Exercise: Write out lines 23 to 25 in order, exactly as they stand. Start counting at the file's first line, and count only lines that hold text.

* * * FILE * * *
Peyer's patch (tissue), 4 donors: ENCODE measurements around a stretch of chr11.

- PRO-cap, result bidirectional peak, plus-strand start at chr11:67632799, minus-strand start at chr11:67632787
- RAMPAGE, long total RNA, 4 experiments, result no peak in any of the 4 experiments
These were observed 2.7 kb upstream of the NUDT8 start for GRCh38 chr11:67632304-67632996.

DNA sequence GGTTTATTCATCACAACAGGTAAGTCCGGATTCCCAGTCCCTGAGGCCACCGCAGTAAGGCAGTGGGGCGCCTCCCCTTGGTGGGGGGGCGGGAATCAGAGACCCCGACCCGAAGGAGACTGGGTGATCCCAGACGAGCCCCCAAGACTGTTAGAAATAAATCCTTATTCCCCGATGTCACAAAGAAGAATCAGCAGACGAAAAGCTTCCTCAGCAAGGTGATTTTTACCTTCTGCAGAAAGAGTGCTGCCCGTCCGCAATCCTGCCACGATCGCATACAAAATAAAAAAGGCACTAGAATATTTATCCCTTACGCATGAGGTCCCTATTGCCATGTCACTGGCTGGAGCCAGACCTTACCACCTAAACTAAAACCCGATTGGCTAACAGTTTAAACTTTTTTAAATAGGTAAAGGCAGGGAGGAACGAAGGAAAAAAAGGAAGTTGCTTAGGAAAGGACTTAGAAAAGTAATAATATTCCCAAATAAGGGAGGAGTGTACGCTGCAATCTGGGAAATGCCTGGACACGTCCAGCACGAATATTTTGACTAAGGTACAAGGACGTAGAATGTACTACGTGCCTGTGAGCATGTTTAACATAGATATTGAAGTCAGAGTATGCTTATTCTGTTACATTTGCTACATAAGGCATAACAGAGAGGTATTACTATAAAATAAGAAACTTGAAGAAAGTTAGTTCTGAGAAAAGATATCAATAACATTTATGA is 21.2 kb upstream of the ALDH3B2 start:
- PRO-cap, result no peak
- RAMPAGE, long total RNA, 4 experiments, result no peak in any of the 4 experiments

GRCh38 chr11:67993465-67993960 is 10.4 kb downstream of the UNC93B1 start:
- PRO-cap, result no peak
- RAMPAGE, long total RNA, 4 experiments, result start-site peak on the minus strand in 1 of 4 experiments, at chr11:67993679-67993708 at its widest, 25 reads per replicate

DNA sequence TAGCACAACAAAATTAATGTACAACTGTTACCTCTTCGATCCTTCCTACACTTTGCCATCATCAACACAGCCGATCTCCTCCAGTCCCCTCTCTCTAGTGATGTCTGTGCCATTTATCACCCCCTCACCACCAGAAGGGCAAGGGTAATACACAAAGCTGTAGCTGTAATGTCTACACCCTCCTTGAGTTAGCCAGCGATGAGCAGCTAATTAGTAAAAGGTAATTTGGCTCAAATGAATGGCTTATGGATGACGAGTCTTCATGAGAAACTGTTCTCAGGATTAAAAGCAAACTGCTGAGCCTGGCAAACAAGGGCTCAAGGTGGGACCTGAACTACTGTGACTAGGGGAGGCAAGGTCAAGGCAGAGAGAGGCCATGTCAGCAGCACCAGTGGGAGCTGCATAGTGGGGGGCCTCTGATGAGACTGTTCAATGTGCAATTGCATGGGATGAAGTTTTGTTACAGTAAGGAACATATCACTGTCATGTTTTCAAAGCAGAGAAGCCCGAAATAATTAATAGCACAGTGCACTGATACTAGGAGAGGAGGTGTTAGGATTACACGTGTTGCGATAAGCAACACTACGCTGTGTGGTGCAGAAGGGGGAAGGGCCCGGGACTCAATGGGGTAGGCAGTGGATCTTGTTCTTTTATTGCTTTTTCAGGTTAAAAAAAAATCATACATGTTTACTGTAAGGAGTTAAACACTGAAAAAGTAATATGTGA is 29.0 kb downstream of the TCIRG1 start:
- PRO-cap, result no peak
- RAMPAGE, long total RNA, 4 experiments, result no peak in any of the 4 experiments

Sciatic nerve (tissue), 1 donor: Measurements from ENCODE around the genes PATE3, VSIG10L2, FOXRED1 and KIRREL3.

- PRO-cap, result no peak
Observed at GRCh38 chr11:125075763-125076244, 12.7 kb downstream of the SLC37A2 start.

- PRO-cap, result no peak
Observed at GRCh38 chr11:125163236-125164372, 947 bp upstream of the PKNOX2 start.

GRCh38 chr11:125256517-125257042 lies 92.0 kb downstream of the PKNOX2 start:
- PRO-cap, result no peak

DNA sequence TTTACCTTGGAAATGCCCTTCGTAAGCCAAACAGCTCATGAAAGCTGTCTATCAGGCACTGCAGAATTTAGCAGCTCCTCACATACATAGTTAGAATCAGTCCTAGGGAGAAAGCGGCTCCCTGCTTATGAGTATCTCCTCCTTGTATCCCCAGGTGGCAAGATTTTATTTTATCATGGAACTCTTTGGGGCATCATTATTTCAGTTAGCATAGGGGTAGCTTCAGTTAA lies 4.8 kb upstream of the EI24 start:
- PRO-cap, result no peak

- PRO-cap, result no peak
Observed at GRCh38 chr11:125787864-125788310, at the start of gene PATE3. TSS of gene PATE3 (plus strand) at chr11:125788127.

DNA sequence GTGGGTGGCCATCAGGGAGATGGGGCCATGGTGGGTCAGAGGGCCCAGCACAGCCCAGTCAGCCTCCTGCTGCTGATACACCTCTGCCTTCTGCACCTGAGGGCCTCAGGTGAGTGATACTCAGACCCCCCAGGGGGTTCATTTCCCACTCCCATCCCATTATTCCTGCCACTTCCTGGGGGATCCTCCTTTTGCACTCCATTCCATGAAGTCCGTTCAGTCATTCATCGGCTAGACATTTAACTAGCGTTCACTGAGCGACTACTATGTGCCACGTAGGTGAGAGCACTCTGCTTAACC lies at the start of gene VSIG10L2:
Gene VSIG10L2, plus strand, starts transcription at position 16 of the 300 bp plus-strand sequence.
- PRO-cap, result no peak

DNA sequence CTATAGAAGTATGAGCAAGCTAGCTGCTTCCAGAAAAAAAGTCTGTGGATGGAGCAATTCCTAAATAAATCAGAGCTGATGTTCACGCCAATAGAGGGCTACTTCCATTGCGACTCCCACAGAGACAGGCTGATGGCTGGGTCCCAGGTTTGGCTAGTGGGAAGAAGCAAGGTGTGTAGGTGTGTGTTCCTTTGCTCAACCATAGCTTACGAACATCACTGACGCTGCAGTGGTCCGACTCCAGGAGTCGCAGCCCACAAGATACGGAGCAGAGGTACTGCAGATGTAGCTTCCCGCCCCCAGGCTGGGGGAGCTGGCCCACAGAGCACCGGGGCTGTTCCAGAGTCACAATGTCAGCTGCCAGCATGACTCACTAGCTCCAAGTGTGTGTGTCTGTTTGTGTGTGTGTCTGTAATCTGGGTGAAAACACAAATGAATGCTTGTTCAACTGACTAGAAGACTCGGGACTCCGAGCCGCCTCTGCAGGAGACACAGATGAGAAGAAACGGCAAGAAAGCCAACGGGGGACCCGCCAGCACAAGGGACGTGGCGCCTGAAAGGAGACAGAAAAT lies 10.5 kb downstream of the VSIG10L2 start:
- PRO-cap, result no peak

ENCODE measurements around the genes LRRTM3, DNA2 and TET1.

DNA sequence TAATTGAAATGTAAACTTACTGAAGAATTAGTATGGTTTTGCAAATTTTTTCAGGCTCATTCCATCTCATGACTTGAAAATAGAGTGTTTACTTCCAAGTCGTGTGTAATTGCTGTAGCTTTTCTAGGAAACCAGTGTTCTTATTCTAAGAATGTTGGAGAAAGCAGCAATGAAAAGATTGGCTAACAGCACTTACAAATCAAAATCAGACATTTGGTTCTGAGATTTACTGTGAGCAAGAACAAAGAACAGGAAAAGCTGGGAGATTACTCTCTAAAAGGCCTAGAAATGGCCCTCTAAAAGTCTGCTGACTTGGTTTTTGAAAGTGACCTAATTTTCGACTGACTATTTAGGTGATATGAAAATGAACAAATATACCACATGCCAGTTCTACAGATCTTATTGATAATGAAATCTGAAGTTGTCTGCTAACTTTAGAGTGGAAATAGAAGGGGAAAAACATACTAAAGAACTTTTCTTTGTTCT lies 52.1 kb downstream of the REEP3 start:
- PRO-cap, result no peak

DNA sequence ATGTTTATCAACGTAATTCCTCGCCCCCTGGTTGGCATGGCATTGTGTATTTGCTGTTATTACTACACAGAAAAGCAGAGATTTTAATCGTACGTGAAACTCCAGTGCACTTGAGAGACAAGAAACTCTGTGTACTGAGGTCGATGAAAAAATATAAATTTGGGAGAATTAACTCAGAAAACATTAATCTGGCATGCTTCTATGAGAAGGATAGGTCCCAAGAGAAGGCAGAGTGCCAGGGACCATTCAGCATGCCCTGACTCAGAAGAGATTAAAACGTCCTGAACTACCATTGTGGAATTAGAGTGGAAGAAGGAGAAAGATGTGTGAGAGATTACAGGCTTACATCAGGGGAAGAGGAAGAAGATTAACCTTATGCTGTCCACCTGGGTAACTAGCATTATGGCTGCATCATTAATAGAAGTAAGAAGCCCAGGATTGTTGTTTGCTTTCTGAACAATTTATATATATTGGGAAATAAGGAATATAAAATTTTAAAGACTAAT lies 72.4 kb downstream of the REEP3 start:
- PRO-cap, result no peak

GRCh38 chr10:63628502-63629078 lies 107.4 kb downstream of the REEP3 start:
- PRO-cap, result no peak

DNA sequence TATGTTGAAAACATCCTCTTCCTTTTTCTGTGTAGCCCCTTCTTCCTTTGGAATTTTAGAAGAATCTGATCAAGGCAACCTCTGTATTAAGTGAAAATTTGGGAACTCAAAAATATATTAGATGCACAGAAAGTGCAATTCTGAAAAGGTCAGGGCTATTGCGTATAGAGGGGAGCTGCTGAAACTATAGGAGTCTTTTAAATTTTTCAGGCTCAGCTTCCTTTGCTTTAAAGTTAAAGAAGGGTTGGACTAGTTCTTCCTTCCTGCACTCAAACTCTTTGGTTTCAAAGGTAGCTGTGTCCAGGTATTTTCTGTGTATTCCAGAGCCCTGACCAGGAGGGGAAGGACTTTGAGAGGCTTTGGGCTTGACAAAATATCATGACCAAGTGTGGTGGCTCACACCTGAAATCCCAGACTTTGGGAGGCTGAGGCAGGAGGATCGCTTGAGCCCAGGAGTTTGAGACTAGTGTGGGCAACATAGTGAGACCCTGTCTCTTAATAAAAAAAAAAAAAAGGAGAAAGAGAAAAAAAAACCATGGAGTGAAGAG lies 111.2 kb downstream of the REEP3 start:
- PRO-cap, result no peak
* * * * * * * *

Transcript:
- PRO-cap, result no peak
Observed at GRCh38 chr11:125787864-125788310, at the start of gene PATE3. TSS of gene PATE3 (plus strand) at chr11:125788127.

DNA sequence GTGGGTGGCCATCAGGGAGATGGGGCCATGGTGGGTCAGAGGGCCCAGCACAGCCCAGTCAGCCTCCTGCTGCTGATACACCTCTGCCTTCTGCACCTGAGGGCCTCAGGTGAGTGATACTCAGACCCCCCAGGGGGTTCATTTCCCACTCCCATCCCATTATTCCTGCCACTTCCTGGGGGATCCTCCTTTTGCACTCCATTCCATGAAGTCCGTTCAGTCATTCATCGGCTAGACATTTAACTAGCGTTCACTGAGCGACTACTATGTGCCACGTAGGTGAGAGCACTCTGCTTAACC lies at the start of gene VSIG10L2: